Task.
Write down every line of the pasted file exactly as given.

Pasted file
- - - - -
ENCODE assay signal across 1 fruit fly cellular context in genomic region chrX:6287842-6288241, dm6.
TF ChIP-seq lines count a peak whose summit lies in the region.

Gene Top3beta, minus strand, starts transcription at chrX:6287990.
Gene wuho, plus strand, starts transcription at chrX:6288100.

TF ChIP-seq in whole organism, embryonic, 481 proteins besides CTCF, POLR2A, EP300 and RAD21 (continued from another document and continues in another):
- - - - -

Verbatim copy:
ENCODE assay signal across 1 fruit fly cellular context in genomic region chrX:6287842-6288241, dm6.
TF ChIP-seq lines count a peak whose summit lies in the region.

Gene Top3beta, minus strand, starts transcription at chrX:6287990.
Gene wuho, plus strand, starts transcription at chrX:6288100.

TF ChIP-seq in whole organism, embryonic, 481 proteins besides CTCF, POLR2A, EP300 and RAD21 (continued from another document and continues in another):